- Capital: Belmopan
- Biggest city: Belize City
- Official Language: English
- Area: 8,867 sq miles
- Population: 387,879
- Currency: Belize Dollar (BZD), U.S. is also accepted
With sparkling turquoise waters, colorful coral reefs, deep green jungle rainforests, and an abundance of underwater and aviary activity, Belize is easily one of the world’s most famous Caribbean destinations. Its diverse species and ecosystems give this small Central American nation a global biological significance, with the Belize Barrier Reef being the second largest marine system in the entire world.
With the crystal clear waters and the proximity to the reef, especially in the small islands off the coast of the mainland, there are many opportunities to enjoy snorkeling, scuba diving, sailing, and other water sports. The Blue Hole, just miles off the coast, is one of the world’s most famous scuba diving destinations.
The country is also extremely culturally significant with a rich history of indigenous Indian inhabitants—mainly Mayan—and a present-day population of more than 350,000 French, Spanish, African, and indigenous descendants.
Originally settled by the Spanish, the country is currently a commonwealth territory.Belize is bordered by both Mexico and Guatemala and boasts a bilingual community with English as the officially spoken language.
Belizeans are very friendly people and are very welcome to visitors. Traveling abroad to Belize is not only enjoyable because the people are friendly, but U.S. dollars are accepted in the country, making it easy as well. The exchange rate is 2 BZD to $1 USD, so it’s easy to get around and pay for goods and services.
Quality of Life
Visitors and expats abroad in Belize won’t have to give up their North American quality of life. Most areas of the country live up to U.S. standards with infrastructure, and it is increasing in places that it may not match up. As tourism becomes increasingly popular, development increases as well. Homes and condos in the country are built strong, many surviving hurricane conditions. For these reasons, Belize is also a country in which to consider making an overseas investment.
Healthcare is reliable, especially in bigger cities like Belize City on the mainland, which is easily accessible from the islands.
Many are also concerned with safety in Central America, but Belize is a relatively safe country. Like in any area of the world, you will have to take your precautions, such as avoiding certain areas, avoiding walking alone at night, and staying away from any illegal activity.
If the people and the culture of Belize don’t grab your attention, the weather will – described generally as sub-tropical. The humidity is high but is rarely uncomfortable at around 85%. Temperatures average throughout the year at 84 degrees Fahrenheit. During the winter, it will rarely fall below 60 degrees and the summer sits around 86.
There are roughly two seasons in Belize: wet and dry. The dry season, from February to May, sees little rainfall. Even if it does rain, it comes in short bursts. June through December is the wet season, during which parts of the country can get up to 150 inches of rain, mostly falling during the late afternoon.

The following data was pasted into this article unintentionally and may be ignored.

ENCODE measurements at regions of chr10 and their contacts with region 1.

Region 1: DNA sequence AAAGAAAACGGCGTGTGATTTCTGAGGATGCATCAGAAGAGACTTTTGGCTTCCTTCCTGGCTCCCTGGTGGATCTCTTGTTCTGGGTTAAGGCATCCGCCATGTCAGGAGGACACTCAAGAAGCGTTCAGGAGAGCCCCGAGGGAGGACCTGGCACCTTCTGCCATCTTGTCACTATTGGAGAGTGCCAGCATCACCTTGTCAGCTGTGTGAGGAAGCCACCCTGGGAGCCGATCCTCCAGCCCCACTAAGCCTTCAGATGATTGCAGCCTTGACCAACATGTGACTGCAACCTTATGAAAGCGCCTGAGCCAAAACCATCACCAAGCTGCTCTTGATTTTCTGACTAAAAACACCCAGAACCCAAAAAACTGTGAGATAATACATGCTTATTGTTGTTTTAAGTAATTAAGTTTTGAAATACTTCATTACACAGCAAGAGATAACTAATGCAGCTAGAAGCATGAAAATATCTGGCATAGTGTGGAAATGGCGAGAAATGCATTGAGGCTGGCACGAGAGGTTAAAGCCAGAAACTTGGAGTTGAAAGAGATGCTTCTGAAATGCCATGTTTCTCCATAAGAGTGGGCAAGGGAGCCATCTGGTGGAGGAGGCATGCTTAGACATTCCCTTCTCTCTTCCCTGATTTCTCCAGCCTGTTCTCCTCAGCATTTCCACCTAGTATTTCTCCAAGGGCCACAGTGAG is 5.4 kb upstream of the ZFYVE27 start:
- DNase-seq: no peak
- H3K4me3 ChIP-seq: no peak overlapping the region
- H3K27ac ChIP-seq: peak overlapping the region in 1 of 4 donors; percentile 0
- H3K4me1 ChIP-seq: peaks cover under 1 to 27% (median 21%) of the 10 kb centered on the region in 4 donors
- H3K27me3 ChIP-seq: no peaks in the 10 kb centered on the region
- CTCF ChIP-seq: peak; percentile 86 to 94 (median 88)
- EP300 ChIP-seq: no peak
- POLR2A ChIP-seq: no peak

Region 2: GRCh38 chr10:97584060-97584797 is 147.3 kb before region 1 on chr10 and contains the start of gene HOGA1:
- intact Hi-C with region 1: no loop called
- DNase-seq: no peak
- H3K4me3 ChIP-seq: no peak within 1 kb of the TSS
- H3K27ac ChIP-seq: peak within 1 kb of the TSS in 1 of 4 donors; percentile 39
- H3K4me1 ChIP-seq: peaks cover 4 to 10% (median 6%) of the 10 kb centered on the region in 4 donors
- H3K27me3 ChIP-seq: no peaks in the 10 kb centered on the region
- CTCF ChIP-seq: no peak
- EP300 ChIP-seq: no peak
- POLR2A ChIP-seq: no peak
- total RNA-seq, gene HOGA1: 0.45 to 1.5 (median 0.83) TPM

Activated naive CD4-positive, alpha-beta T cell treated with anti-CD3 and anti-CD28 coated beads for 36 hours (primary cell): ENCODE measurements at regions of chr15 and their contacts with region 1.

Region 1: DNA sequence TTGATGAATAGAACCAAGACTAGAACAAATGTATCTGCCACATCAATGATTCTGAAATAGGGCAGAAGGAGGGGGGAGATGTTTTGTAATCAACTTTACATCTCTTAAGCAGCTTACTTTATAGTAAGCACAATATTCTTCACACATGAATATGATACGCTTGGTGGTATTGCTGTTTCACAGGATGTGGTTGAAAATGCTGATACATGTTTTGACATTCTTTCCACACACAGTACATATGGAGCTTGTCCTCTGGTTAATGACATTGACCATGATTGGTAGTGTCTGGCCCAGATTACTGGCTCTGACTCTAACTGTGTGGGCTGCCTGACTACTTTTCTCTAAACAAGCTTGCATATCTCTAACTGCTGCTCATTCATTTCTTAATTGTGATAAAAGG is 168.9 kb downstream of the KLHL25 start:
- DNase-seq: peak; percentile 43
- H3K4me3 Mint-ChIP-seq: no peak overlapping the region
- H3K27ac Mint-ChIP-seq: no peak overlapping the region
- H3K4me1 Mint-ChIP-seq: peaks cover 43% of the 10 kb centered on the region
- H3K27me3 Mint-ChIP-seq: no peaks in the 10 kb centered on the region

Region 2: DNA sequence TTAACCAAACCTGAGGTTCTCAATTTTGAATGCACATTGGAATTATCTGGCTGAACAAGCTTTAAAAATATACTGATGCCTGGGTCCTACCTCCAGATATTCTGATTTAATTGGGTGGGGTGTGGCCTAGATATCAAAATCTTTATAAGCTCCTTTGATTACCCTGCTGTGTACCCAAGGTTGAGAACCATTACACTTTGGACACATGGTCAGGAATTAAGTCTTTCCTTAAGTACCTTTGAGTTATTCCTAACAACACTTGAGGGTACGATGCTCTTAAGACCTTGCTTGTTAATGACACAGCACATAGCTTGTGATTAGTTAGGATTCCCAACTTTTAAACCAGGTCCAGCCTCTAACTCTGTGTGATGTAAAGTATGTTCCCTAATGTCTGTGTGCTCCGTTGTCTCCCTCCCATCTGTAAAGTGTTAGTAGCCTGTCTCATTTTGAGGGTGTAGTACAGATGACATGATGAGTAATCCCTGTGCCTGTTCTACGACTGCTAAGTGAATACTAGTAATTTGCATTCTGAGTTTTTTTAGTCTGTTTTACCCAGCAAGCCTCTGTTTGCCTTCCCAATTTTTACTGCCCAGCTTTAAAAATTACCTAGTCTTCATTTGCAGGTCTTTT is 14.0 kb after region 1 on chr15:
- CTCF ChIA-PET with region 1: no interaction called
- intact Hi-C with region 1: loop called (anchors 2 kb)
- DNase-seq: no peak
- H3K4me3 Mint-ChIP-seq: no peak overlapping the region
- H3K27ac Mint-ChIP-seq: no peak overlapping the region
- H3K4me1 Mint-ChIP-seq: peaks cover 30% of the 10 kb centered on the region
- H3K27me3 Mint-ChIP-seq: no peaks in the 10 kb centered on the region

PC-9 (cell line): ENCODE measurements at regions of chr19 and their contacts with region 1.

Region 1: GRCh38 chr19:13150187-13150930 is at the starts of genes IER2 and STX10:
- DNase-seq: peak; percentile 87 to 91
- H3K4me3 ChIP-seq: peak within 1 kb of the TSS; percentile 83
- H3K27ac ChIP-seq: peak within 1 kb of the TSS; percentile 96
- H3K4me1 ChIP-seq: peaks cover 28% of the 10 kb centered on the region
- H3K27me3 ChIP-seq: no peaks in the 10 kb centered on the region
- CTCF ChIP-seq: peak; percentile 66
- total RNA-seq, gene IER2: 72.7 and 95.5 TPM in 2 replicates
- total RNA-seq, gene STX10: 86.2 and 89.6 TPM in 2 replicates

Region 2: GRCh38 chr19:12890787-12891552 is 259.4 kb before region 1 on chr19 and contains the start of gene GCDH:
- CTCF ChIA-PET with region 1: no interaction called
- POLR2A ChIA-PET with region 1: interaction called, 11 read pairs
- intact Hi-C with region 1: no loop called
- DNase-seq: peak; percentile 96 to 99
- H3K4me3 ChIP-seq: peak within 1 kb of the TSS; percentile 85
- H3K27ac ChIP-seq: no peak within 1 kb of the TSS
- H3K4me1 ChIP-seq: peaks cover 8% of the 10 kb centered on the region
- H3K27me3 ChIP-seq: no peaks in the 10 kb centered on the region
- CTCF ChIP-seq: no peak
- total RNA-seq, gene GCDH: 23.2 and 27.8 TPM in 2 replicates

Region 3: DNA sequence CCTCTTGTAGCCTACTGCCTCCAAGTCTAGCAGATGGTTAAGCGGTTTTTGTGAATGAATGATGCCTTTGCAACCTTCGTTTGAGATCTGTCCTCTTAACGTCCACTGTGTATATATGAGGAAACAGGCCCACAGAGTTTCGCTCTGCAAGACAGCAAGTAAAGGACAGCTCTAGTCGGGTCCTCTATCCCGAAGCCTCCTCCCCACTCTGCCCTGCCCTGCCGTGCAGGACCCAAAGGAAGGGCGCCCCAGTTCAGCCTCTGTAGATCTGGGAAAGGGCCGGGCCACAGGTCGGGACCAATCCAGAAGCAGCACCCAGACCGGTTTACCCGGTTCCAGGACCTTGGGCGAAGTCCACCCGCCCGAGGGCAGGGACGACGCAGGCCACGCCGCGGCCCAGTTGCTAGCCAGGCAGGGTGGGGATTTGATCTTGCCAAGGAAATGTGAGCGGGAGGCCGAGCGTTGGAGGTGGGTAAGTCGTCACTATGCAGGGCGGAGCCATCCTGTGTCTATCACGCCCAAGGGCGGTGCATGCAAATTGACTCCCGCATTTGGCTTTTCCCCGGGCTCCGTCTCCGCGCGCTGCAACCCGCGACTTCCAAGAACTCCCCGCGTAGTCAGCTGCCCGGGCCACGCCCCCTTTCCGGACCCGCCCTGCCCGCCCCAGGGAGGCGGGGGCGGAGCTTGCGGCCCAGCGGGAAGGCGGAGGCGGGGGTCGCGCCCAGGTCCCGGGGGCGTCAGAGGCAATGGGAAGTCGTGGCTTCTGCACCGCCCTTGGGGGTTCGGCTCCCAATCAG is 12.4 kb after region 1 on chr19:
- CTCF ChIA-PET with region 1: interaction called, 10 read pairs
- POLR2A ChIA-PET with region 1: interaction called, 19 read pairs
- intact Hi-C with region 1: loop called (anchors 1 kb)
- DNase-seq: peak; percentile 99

Overall, the climate is mild and perfect for relaxing on the beach, drinking a cocktail, and enjoying the sun.
Cost of Living
The cost of living is quite low, making it one of the of leading Central American countries to live overseas in. A one-bedroom apartment can be as low as $314 a month. A three-bedroom apartment for your family can be as low as $600 a month, and that’s in the city! The farther you get from the city, the cheaper the rent.
The islands off of the mainland can sometimes be cheaper as well. Though the property prices can go up on the coasts, the smaller islands mean easier transportation. On Ambergris Caye, for example, the main form of transportation is golf cart, so no need for a car. A bike would also suffice.
For the most part, grocery shopping in Belize is also relatively cheap, especially produce grown in the country. Sometimes exported goods can be expensive, but if you are looking to embrace the island lifestyle, including the diet, you can get by quite inexpensively.
U.S. and Canadian citizens can enter the country visa-free for the first month and must go to the immigration office monthly and pay $25 USD for a visa. After three months, you will have to pay more. If you are looking to spend an extended period of time abroad, or even live overseas in Belize, it’s a good idea to check out some of the residency options.
Belize has one of the most attractive retirement programs for those looking to retire abroad easily and inexpensively. The program, named the Qualified Retired Persons program, only requires that applicants be 45 years of age or older and prove they have the means to deposit $2,000 into a Belizean bank account monthly. Those who qualify for this are granted special residence status and only need to stay in the country a month out of the year.
To qualify for permanent residency you must first spend 50 weeks in the country. During that period, you cannot leave for more than 2 consecutive weeks. As a permanent resident, you don’t have to deposit any money into a bank account, but you do have to prove sufficient funds for living abroad in Belize.
After five years of permanent residency, you will be able to apply for citizenship. The process can take six months to a year, so plan ahead.
If you want to work abroad in Belize without residency, you can apply for work permits, a pretty easy task. Business owners rarely complain about the process being difficult. Self-employment permits are the easiest to obtain, because it will likely be understood that you may be a person with a business that can create jobs for local Belizeans. General work permits can be applied for by the prospective employer, who will have to prove they were unable to find a local resident to fill the position.